U. LEEDS (UK) — Bat activity is as much as three times lower near major roadsides, according to a new study that could have legal consequences for road builders.
“UK and European law protects all species, so construction work must not have a negative impact on bat populations,” says John Altringham, professor of biological sciences at the University of Leeds, who led the research. “This study shows that the impact of roads on bats is far-reaching, and road construction projects must take this into account or they are potentially breaking the law.”
The study reported in the Journal of Applied Ecology, measured bat activity and diversity along unlit sections of the M6 motorway in Cumbria, in the north of England, which carry between 30,000 and 40,000 vehicles a day.
PhD student Anna Berthinussen, the paper’s lead author, walked along 20 routes perpendicular to the motorway, stopping at set points along the way, up to 1.6 kilometers from the road. Using ultrasonic detectors to record echolocation calls as bats flew past, she assessed bat foraging activity levels and then analyzed the recordings to identify different species groups. The researchers took into account factors like time after sunset, habitat, and weather.
Just under 3,500 ‘bat passes’ were recorded and three main groups of bat species identified—Pipistrellus, Myotis, and Nyctalus. Activity gradually increased as the researchers got further from the road, with three times as much activity measured at 1.6km relative to at the roadside. Although their numbers declined, Pipistrellus bats were recorded at all locations, but Myotis were mainly seen at further distances from the road.
“The results were really clear cut when all other factors were taken into account, showing a very strong correlation between bat activity and diversity and distance from the road,” says Anna. “Bat activity showed no sign of levelling off before the last recorded point, so it’s likely that activity would continue to increase beyond the distance set for this study.”
The road is likely acting as a physical barrier to the bats, cutting off colonies from established foraging sites thereby reducing the area and quality of the available habitat.
“Most species of bat fly relatively close to the ground, or close to trees and hedges, so they are reluctant to cross a wide open space such as a major road, particularly when it is occupied by heavy, fast moving traffic. If they do attempt to cross, it is typically at traffic height, with a high risk of collision. Loss of habitat and increased mortality will both lead to population decline.”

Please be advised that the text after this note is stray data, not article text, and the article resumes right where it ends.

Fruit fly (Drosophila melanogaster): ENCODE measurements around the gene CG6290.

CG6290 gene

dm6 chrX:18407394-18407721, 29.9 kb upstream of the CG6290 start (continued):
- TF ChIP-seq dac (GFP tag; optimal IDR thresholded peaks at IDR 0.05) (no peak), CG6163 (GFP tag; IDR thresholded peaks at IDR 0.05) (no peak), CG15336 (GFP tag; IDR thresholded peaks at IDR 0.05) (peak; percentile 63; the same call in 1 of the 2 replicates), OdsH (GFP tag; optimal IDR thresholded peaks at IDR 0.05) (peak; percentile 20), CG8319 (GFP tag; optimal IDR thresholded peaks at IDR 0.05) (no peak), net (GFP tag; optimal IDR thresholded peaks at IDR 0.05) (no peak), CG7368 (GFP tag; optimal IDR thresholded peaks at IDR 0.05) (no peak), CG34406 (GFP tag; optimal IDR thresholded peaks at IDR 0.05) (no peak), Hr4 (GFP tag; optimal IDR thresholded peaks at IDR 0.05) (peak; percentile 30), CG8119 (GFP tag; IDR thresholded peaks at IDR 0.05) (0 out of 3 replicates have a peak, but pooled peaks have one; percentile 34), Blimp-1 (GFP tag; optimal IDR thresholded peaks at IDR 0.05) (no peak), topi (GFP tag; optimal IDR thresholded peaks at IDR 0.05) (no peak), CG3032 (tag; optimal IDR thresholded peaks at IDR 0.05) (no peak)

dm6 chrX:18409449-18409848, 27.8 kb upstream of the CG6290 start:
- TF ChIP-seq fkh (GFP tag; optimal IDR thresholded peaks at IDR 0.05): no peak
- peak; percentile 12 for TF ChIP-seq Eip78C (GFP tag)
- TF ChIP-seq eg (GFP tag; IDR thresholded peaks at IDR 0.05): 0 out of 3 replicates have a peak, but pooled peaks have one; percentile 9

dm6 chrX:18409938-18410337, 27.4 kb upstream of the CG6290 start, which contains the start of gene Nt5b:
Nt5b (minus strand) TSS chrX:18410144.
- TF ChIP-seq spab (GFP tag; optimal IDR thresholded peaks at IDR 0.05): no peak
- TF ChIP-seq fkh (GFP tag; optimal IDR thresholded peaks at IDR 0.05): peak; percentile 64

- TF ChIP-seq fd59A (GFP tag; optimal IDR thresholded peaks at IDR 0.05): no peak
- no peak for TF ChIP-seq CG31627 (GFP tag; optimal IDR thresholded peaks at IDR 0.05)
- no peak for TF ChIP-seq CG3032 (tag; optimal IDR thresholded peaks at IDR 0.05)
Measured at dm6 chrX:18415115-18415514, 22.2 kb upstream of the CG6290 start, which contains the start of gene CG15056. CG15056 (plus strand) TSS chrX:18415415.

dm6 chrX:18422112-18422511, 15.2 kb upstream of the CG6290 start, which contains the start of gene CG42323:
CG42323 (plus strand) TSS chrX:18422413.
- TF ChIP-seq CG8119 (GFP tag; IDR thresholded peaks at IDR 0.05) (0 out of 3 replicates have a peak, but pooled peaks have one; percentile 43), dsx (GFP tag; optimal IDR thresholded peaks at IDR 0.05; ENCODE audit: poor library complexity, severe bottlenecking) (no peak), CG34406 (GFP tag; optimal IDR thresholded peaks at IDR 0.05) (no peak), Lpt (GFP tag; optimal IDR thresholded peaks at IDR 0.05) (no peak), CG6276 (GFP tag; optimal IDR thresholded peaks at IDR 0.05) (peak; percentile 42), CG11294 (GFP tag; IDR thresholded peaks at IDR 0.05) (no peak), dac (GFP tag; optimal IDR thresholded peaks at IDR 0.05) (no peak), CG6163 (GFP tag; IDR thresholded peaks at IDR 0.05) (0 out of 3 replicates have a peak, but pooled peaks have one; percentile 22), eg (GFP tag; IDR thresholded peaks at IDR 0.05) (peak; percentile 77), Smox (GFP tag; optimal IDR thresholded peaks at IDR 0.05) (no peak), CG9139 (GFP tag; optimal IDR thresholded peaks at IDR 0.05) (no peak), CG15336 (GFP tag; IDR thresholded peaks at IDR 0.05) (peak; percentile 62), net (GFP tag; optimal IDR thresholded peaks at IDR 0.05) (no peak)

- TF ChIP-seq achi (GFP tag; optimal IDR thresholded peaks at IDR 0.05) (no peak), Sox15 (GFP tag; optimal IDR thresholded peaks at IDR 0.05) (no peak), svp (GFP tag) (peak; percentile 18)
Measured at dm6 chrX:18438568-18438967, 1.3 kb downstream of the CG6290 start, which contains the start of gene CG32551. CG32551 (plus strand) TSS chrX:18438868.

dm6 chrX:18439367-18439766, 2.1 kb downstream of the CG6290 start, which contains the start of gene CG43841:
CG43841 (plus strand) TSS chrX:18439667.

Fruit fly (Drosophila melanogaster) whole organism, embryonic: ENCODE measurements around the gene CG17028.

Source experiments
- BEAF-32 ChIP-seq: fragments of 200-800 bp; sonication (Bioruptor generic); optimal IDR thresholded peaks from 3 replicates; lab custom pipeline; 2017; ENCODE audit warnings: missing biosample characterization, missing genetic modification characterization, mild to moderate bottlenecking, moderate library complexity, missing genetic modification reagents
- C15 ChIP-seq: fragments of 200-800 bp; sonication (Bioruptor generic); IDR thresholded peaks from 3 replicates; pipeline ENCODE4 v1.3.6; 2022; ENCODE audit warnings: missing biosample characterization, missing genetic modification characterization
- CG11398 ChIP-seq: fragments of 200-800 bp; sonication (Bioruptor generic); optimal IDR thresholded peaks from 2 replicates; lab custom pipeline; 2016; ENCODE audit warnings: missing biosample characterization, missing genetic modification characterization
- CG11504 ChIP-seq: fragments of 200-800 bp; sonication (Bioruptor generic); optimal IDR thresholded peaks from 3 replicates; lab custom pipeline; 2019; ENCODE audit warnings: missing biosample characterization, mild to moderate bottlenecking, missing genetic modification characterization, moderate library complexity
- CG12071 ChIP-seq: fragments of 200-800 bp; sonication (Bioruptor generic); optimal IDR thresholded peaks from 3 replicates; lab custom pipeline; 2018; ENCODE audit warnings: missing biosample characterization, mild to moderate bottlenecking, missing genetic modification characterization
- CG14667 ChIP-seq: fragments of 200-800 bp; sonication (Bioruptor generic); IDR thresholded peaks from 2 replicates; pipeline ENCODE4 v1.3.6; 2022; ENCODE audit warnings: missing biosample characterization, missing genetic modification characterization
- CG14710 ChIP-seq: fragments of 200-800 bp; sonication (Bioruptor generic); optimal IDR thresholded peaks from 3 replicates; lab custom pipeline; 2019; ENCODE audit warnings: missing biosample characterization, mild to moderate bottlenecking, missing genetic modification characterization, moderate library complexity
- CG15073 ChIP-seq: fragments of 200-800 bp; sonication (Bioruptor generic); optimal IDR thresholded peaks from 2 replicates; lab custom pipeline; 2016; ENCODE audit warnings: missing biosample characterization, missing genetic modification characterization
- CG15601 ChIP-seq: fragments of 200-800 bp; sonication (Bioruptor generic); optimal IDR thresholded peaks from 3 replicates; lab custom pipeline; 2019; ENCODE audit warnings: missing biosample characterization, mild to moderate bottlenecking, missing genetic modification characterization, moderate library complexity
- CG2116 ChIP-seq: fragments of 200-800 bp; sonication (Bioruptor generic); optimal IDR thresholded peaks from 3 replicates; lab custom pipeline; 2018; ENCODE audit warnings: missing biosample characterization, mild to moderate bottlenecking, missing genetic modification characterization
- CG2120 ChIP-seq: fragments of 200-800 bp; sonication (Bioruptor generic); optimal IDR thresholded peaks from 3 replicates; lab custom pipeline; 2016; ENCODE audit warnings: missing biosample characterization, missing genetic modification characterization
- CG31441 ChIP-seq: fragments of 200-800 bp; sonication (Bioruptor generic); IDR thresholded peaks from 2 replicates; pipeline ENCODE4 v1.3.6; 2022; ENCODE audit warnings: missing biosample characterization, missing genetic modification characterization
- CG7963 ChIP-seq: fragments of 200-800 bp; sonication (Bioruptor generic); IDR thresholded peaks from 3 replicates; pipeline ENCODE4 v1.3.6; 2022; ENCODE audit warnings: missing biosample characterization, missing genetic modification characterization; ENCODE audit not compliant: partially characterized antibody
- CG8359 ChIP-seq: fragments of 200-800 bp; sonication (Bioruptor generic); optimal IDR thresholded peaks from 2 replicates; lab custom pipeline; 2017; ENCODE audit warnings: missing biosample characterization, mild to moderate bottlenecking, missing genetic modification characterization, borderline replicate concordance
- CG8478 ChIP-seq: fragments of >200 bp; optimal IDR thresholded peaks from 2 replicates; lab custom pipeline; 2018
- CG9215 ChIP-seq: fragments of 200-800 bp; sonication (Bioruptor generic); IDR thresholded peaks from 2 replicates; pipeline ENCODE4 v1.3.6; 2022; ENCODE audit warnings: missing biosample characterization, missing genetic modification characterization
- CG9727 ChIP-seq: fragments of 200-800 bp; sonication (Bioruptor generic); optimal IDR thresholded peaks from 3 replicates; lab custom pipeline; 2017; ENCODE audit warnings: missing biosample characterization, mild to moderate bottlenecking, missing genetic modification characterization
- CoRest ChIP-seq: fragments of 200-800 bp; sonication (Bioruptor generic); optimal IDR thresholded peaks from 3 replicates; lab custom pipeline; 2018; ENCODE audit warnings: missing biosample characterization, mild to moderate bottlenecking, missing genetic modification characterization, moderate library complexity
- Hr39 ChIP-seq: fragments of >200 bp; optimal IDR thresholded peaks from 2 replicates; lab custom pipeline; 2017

“Most bat species forage up to about three kilometers from their roost. If a road cuts across their home range, reducing access to part of it, they will struggle to find sufficient food unless the colony relocates away from the road, putting them in competition with other colonies,” he says.
“If they stay, reduced food supplies will mean less successful breeding. Either way, it will be some time before the impact on population size is seen, since bats can live for 10-15 years or more and reproduce slowly.
“New road schemes often incorporate mitigation for their impact on wildlife, such as the ‘bat bridges’ or ‘bat gantries’ recently proposed for the A11 in Suffolk, which are supposed to make roads safe and more ‘permeable’. Sadly, we have little or no evidence for the effectiveness of these measures.
“Monitoring standards are poor and mitigation methods are essentially unproven. If we want to have any confidence in the effectiveness of mitigation, such as bridges, underpasses and tree-planting, we need to see major improvements in the quality and application of pre- and post- construction monitoring.”
The results are relevant to small insectivorous bats worldwide and highlight the impact of roads on wildlife in general. They also highlight a widespread concern among conservation scientists, says Altringham.
“Conservation should be evidence-based. We need to look more objectively at the impact we have on the natural world, and at the effectiveness of conservation efforts, if we are to make best use of the limited resources conservationists have at their disposal.”
More news from University of Leeds: www.leeds.ac.uk/news